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It seems Berkshire just did Supposedly not Warren though.
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Old 02-15-2017, 10:17 AM   #11
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Some interesting replies.
Thx
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Old 02-15-2017, 02:20 PM   #12
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Quote:
Originally Posted by ENIAC View Post

Buybacks aren't intended to change the fundamentals of a company. They're just a way of returning cash to shareholders. What am I missing?
I'm skeptical of buybacks in companies whose executives are measured on Earnings per share.

For those companies, I'm pretty sure buybacks are intended to change the fundamentals...
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Old 02-15-2017, 02:27 PM   #13
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As much as we shareholders like to think of ourselves as owners of public companies and that the executives are our employees, the latter and the boards really run the companies as theirs.

All we can hope for is when they enrich themselves, the shareholders can get along for the ride. Sometimes that is true, sometimes the opposite.
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Old 02-16-2017, 09:57 PM   #14
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I have applied the same philosophy as an employee of a publicly traded company. When I see financial engineering by upper mgmt I buy and hold Co stock. I feel if the Execs are going to get rich off of stock appreciate then I will make money as well dammit. I consider it an offset to the takeaways of employee total compensation that partially enables posting good quarterly results to Wall Street. Amazing how well this has paid off for me during a 30 year career.
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Old 02-17-2017, 07:23 AM   #15
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Anecdote, not data:

The local telco incumbent here had a CEO that got measured on EPS and share price appreciation over multiple years. The evil thing was that there was an exponential reward curve: his payoff went up much faster than the associated EPS. So dividends went up, EPS went and the stock soared. Then he decided to retire, right when the latest set of multi-year KPIs came due. He beat them all by a large margin.

Enter his successor, the former CFO. He started and within a year he had to slash dividends while earnings cratered. Three years later new capital was raised. Stock price went down like a rock, I believe -90%.

What happened? Well, said telco didn't invest in infrastructure, and went all out in cost savings. This allowed the competing cable company to get a lead in internet speeds. Telco should have invested in fiber optics, didn't do nearly enough. Before the years of neglect caught up, the CEO was gone.

Worst part of all was that the ill-conceived incentive package wasn't publicly disclosed (don't ask how I know).

So I'm not leery of buybacks in themselves, but very much so regarding the structure of incentives. Sadly, it's still not common to fully disclose this and do it the smart way.
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Old 02-17-2017, 09:38 AM   #16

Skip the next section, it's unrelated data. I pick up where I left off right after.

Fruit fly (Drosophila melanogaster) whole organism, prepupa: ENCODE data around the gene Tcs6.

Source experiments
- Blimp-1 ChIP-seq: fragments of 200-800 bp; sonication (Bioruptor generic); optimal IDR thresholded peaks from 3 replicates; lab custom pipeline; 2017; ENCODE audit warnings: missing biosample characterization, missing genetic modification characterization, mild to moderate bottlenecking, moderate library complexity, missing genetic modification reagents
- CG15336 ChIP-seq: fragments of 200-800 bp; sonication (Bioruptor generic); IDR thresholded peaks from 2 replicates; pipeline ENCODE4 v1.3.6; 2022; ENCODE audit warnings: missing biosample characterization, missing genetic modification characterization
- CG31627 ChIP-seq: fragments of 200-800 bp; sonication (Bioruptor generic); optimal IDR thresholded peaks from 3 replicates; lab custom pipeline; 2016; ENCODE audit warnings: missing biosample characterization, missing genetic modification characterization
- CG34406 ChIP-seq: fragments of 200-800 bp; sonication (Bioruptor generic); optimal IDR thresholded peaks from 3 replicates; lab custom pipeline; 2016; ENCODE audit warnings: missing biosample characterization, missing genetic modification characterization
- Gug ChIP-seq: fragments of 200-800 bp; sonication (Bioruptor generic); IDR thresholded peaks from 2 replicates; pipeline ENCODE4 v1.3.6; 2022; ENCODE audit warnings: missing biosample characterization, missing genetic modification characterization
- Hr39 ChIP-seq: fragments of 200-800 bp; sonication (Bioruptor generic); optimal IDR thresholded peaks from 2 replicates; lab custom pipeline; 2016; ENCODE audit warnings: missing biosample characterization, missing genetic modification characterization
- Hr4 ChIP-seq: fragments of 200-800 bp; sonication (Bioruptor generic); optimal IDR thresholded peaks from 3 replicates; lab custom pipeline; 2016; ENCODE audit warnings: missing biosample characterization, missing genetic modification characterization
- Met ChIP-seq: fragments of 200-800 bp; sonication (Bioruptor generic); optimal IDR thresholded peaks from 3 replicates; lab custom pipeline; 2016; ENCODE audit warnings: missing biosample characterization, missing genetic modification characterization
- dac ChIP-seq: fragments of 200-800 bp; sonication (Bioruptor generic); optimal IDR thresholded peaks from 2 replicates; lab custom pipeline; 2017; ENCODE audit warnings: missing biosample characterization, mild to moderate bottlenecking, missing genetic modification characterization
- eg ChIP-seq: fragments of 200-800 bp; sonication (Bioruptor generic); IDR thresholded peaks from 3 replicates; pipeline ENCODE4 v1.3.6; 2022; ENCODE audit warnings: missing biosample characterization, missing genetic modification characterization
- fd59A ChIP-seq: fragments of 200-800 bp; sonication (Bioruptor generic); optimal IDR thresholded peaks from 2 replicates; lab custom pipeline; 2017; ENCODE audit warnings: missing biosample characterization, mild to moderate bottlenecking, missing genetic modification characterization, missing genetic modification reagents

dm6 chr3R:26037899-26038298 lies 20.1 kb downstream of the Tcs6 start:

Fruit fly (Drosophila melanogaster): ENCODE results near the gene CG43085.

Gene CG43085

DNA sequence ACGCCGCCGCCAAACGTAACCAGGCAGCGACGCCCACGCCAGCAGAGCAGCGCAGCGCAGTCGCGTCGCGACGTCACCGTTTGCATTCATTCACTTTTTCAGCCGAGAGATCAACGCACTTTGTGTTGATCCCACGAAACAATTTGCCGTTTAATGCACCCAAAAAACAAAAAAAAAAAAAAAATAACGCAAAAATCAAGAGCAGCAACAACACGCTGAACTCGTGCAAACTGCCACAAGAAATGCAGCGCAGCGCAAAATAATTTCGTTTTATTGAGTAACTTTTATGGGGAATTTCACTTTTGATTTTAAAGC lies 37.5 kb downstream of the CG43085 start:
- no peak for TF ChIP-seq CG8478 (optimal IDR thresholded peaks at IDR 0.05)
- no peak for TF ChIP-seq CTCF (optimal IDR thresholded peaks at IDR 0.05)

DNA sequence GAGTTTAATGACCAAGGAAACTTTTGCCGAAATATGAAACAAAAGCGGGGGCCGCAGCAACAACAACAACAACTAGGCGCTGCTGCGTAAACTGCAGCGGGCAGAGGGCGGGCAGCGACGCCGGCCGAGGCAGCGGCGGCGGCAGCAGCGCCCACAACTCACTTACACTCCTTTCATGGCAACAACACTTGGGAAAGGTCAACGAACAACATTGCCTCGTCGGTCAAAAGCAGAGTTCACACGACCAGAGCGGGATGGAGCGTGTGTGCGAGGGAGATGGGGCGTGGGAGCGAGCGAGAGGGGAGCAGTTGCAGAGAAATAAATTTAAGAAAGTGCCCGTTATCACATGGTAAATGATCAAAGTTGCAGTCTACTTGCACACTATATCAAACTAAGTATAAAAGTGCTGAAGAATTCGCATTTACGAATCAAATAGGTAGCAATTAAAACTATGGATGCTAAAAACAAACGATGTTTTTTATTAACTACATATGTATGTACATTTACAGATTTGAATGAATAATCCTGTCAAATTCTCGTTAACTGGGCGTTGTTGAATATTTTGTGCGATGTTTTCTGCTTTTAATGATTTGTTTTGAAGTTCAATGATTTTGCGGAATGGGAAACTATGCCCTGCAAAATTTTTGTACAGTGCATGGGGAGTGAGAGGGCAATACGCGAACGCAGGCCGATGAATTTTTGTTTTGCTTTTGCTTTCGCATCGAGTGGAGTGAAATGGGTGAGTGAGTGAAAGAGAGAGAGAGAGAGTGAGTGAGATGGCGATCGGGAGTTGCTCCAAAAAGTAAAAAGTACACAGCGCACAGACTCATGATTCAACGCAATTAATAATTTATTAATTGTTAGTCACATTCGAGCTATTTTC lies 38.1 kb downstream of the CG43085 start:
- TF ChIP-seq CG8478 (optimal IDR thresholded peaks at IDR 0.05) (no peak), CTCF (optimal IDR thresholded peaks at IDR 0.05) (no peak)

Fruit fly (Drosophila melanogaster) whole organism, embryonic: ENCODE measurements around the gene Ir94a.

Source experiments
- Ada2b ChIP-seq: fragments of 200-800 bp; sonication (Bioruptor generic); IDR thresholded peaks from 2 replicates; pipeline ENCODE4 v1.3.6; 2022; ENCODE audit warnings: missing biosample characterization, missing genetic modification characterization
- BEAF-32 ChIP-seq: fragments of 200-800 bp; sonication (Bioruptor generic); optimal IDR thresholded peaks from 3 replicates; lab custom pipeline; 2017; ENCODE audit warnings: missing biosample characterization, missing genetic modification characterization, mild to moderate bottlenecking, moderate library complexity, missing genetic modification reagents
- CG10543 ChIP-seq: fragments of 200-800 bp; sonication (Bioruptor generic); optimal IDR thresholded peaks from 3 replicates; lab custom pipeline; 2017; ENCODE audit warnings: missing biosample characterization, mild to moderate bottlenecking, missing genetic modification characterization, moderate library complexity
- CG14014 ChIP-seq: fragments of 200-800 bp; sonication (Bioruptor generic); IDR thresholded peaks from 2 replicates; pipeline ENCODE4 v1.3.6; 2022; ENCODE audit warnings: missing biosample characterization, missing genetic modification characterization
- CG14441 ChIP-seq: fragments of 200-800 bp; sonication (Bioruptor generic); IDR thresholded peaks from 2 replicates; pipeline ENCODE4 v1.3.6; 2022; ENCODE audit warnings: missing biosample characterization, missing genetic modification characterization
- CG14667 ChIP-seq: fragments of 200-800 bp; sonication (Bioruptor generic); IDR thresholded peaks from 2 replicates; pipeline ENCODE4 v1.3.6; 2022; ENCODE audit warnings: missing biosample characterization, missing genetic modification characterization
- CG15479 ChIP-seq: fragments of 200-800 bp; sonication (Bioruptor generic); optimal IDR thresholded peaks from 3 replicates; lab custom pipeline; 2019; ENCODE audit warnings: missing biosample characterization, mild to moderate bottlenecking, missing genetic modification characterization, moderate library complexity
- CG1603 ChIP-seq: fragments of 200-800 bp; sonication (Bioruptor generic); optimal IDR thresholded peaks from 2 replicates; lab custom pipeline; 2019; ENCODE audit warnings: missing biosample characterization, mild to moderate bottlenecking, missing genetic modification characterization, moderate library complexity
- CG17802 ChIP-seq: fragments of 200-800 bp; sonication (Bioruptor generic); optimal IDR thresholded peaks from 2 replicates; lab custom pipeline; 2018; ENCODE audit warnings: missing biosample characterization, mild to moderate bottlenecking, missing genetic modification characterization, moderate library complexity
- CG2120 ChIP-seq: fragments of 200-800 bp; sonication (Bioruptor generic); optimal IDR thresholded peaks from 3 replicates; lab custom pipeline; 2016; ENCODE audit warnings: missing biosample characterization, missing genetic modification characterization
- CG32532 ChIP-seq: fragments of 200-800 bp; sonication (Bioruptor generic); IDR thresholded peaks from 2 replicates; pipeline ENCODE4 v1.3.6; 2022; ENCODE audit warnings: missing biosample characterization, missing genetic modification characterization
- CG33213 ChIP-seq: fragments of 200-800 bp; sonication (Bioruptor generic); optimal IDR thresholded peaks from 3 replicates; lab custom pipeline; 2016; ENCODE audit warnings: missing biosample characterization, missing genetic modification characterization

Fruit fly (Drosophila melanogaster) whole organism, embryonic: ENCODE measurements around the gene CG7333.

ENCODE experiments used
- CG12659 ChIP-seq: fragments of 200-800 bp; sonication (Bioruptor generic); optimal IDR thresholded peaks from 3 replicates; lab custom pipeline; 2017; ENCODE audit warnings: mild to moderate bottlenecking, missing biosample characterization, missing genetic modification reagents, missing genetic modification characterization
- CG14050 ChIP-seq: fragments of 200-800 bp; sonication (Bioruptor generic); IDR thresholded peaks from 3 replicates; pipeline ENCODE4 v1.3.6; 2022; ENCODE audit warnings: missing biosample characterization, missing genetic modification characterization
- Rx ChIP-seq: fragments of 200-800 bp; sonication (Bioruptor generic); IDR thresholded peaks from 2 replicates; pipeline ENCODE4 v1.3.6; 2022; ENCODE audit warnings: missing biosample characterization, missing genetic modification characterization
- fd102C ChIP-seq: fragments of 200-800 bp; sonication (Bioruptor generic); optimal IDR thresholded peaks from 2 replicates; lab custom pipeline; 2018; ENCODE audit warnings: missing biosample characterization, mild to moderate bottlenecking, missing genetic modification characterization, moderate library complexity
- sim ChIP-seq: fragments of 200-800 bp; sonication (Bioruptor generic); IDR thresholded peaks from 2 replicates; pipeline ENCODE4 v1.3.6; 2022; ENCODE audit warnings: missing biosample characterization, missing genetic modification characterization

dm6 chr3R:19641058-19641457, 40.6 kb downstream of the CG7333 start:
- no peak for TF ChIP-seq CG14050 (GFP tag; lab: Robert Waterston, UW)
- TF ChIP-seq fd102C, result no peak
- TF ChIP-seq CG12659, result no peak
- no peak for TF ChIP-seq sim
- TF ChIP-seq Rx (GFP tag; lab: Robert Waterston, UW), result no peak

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Yes, watch the executives for their stock selling. When they bail, you know they are up to no good. There have been quite a few scumbags like the above.

The problem is that an investor cannot keep up with all the info, even though the SEC requires all stock sales by the executives to be reported.
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Old 02-17-2017, 01:19 PM   #17
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Quote:
Originally Posted by Totoro View Post
Anecdote, not data:

The local telco incumbent here had a CEO that got measured on EPS and share price appreciation over multiple years. The evil thing was that there was an exponential reward curve: his payoff went up much faster than the associated EPS. So dividends went up, EPS went and the stock soared. Then he decided to retire, right when the latest set of multi-year KPIs came due. He beat them all by a large margin.

Enter his successor, the former CFO. He started and within a year he had to slash dividends while earnings cratered. Three years later new capital was raised. Stock price went down like a rock, I believe -90%.

What happened? Well, said telco didn't invest in infrastructure, and went all out in cost savings. This allowed the competing cable company to get a lead in internet speeds. Telco should have invested in fiber optics, didn't do nearly enough. Before the years of neglect caught up, the CEO was gone.

Worst part of all was that the ill-conceived incentive package wasn't publicly disclosed (don't ask how I know).

So I'm not leery of buybacks in themselves, but very much so regarding the structure of incentives. Sadly, it's still not common to fully disclose this and do it the smart way.
You wouldn't be talking about Frontier (FTR) would you ?
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Old 02-17-2017, 05:35 PM   #18
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There is some potential that a tax deal on Washington could allow Apple's overseas cash to be repatriated at a much more favorable tax rate.

Some of the move may be the market pricing in the risk-adjusted value of this possible repatriation bonanza.